It seems to me that the costs of more and more draconian limits and regulations far outweigh the dubious benefits. I myself have driven for more than thirty years, with only one accident going forwards – and that didn't injure anyone. I drive at sensible speeds; why should I go any slower than I did thirty years ago?
Third, fuel. That the oil is running out is simply false. That a lot of the cheapest oil is in politically troublesome parts of the world is, unfortunately, true. So, research into and development of new fuels for private transport is a valuable activity, one to which I think all drivers should be happy to contribute – instead of paying petrol taxes. In 20 years' time perhaps, our cars might run on fuels that can be produced using electrical energy, which in turn can be produced from nuclear or large-scale solar power. We could thumb our noses at the doomsayers then!
I also find the oft-intoned mantra, that we should slow down to save fuel, strange. As anyone with a trip computer in their car knows, the journeys, which use the least fuel per mile, are those with the highest average speeds. At an average speed of 60mph, my car does 50 percent more miles per gallon than at an average of 30. If saving fuel really was the priority, road-builders would be seeking to increase speeds, not to decrease them. There would be a safety benefit too; for the fastest roads are also the safest ones.
Fourth, congestion. Yes, congestion is a problem in big cities; all the more reason to live outside the city. In the suburban area in which I live, there is some congestion. But it stems from three main sources. One, fixed obstacles like railway level crossings. Two, inconsiderate parking, which makes what should be a two-way flow of traffic into an alternating one-way flow. Three, the school run. It is fairly easy, by choosing your route carefully and displacing your working day a little, to avoid two of these three sources of congestion.
Ah, say the car-haters, suburban – and main road – congestion may not be so bad today, but it's getting worse, isn't it? And, for once, they are right. It is getting worse in south-east England, because the government is cynically trying to cram more and more people into a tiny corner of the country. While failing to upgrade the road system to match. Congestion is also getting worse because of the hindrances to our progress, which they are placing on the roads. There is one underlying reason for the worsening road congestion; bad politics.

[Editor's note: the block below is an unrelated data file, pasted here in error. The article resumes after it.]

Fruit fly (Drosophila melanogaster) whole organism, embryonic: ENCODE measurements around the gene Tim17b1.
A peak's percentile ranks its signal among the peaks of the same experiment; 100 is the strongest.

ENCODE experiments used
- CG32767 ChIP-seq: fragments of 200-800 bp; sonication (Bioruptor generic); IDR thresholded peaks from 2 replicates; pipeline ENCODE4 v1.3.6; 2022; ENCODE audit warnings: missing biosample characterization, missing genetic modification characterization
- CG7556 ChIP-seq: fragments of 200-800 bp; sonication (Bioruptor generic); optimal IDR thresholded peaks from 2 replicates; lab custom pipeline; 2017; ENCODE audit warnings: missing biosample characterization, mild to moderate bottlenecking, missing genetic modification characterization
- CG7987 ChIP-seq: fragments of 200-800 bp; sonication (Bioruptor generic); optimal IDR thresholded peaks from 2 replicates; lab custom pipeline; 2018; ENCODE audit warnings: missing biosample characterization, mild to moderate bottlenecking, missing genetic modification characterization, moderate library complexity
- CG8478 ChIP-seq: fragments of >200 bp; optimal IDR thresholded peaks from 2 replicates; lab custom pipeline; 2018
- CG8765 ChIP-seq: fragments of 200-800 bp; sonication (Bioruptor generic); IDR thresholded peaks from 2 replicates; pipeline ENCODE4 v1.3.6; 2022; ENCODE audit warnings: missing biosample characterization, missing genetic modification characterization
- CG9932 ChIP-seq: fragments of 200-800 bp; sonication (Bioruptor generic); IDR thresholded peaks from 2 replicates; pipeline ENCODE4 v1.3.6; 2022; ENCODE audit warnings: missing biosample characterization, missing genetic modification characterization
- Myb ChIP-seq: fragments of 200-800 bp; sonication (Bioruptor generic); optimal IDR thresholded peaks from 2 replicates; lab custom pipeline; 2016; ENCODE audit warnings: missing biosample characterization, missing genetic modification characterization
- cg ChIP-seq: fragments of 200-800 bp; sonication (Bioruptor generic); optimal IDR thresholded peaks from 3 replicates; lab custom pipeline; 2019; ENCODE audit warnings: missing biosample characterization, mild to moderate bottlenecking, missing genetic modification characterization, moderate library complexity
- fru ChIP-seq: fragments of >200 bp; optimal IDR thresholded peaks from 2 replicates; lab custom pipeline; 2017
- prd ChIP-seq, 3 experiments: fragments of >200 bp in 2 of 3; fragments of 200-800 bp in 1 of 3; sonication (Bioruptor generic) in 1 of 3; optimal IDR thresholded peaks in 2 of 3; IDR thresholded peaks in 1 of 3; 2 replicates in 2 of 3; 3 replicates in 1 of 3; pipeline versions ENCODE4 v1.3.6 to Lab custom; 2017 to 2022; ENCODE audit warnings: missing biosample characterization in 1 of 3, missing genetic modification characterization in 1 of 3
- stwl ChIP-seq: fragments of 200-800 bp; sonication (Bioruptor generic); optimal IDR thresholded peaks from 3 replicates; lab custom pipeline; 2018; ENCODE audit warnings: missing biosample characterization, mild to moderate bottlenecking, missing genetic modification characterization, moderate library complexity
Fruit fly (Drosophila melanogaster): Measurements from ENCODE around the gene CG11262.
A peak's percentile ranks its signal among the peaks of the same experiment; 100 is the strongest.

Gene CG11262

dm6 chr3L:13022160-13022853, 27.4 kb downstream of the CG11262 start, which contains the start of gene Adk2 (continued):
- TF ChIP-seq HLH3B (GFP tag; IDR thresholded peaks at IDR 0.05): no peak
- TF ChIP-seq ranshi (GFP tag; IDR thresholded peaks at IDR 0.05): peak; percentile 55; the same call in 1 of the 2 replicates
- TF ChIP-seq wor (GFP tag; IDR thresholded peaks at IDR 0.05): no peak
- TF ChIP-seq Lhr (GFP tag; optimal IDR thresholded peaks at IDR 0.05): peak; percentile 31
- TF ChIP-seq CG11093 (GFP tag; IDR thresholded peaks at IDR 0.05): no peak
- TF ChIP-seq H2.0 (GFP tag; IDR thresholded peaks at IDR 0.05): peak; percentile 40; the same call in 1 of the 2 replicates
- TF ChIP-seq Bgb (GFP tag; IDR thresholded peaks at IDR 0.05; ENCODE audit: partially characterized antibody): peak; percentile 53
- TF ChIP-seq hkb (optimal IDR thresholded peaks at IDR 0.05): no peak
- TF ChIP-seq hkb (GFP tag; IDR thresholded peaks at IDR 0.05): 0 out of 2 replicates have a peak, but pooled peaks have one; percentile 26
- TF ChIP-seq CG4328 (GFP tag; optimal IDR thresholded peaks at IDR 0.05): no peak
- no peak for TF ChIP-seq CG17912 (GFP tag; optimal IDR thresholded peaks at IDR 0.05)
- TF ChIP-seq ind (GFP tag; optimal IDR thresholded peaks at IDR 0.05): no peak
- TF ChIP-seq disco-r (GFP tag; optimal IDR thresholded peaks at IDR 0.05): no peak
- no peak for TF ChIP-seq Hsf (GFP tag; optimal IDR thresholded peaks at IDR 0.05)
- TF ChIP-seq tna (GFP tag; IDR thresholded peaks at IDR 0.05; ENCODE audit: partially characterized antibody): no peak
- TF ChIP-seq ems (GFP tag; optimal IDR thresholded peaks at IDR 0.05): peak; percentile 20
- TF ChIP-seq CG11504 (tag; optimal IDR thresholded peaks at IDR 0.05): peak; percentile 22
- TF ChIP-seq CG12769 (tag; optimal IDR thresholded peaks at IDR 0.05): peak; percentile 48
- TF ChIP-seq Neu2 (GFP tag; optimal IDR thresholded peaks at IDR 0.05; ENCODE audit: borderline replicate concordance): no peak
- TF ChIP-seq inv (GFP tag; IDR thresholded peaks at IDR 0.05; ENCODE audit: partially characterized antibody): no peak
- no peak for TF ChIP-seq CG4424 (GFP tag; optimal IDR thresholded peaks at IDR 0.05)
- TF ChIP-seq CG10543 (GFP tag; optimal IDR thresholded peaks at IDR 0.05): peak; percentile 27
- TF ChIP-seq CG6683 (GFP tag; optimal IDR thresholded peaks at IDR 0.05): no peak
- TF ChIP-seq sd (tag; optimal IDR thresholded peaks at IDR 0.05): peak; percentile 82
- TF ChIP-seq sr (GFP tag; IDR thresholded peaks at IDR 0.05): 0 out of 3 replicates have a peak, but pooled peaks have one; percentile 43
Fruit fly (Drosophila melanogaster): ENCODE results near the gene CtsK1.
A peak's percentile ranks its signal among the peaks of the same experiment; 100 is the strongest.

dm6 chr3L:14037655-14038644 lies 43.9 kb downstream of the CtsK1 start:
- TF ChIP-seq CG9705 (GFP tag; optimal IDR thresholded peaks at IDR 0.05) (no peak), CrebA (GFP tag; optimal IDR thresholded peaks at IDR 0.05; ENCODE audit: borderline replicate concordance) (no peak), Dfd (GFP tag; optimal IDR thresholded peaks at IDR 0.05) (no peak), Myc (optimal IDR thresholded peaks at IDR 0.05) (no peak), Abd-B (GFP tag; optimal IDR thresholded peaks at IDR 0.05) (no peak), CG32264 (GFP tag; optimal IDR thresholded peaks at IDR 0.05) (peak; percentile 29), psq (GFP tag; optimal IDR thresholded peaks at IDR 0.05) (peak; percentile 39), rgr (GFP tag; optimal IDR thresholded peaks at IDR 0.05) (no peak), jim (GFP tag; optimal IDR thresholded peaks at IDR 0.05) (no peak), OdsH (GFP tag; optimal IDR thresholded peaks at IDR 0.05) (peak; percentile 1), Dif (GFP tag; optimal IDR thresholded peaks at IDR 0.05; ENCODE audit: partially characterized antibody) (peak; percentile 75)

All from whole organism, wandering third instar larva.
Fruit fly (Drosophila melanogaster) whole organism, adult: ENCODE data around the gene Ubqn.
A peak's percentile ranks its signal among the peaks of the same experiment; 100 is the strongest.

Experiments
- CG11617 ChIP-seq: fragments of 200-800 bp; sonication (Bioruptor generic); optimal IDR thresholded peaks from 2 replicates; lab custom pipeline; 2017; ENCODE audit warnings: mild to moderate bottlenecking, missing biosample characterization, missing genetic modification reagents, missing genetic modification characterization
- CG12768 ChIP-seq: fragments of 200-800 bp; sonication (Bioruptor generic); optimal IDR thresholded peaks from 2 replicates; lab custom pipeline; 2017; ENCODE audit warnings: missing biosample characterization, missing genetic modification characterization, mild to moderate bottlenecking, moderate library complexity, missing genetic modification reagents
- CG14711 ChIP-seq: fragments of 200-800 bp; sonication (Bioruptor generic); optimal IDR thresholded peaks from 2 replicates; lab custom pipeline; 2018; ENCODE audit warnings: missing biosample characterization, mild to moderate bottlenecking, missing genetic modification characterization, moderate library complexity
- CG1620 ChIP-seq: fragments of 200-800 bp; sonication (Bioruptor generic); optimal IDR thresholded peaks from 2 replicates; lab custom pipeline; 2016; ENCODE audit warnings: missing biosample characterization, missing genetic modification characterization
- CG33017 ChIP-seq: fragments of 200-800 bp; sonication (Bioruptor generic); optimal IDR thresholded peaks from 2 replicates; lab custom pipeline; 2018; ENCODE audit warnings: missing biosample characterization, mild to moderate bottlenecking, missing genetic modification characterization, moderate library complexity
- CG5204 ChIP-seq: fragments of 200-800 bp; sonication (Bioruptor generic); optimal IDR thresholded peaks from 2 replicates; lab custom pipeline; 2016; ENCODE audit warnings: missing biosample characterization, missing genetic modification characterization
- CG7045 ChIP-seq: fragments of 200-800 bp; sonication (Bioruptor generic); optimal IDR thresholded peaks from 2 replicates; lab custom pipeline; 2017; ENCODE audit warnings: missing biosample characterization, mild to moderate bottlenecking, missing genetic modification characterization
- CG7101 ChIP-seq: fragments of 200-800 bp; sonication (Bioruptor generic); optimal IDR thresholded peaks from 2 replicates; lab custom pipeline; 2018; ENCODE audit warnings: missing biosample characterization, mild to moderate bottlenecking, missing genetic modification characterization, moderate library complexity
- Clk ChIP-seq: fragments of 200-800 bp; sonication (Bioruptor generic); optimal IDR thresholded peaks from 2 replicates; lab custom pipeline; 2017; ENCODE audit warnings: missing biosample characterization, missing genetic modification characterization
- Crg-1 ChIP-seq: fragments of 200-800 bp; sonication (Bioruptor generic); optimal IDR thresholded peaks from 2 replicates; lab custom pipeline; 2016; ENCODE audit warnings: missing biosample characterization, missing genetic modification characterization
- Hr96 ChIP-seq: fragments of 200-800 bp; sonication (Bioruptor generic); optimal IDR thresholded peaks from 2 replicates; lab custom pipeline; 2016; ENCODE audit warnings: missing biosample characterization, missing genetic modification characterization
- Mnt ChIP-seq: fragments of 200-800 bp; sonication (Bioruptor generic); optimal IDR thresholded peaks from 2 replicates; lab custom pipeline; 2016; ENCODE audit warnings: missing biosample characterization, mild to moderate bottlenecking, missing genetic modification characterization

So, what is really going on? What lies at the root of all this anti-car propaganda and all these bad policies? I have a suggestion to make. Could it be, perhaps, that the witch-hunt against our cars – and against us – is just what it appears, a witch-hunt? Could it be, in essence, religious persecution?
Our cars are not just fast, comfortable, convenient and private. They are also an expression of our individuality and independence. But many among the political class hate those of us, who value our individuality and independence. For what they want is to control people. They hate economic success, and those who earn it. Like the mediaeval church, they hate human progress. They hate pleasures. And they persecute.
This idea, that what we car drivers are suffering is persecution, can explain a lot. It explains why the car-haters do not care that their arguments involve lies (like, saying that driving slower uses less fuel). It explains why it cuts no ice to tell our persecutors that cars don't cause global warming. For they aren't interested at all in scientific reality. For them, the environment is just a convenient rationalization to hang their persecution on. We might as well have tried to tell their forebears that it's chemically impossible for communion wine to become Jesus' blood.
It explains why they are so insistent on slowing us down. They hate human progress in general; but that extends to our physical progress too. It explains why they put up so many speed limit signs and cameras; it's psychological warfare, forever reminding us that they're out to get us if we step out of line. It explains, too, why they assault us in so many different ways, all at once. Their agenda is to make our driving lives as unpleasant as they can. They are out to punish us for being individual and independent in our choice of transport.
The first step towards ending any persecution is to recognize it for what it is. As the persecution gets worse, that recognition, I think, is becoming increasingly easy. And car owners and drivers are, in population terms, a very significant constituency indeed. Let enough of them understand what is being done to them, let enough of them get angry enough about it, and we may even have the makings of a revolution.
Let's drive on towards the Revolution!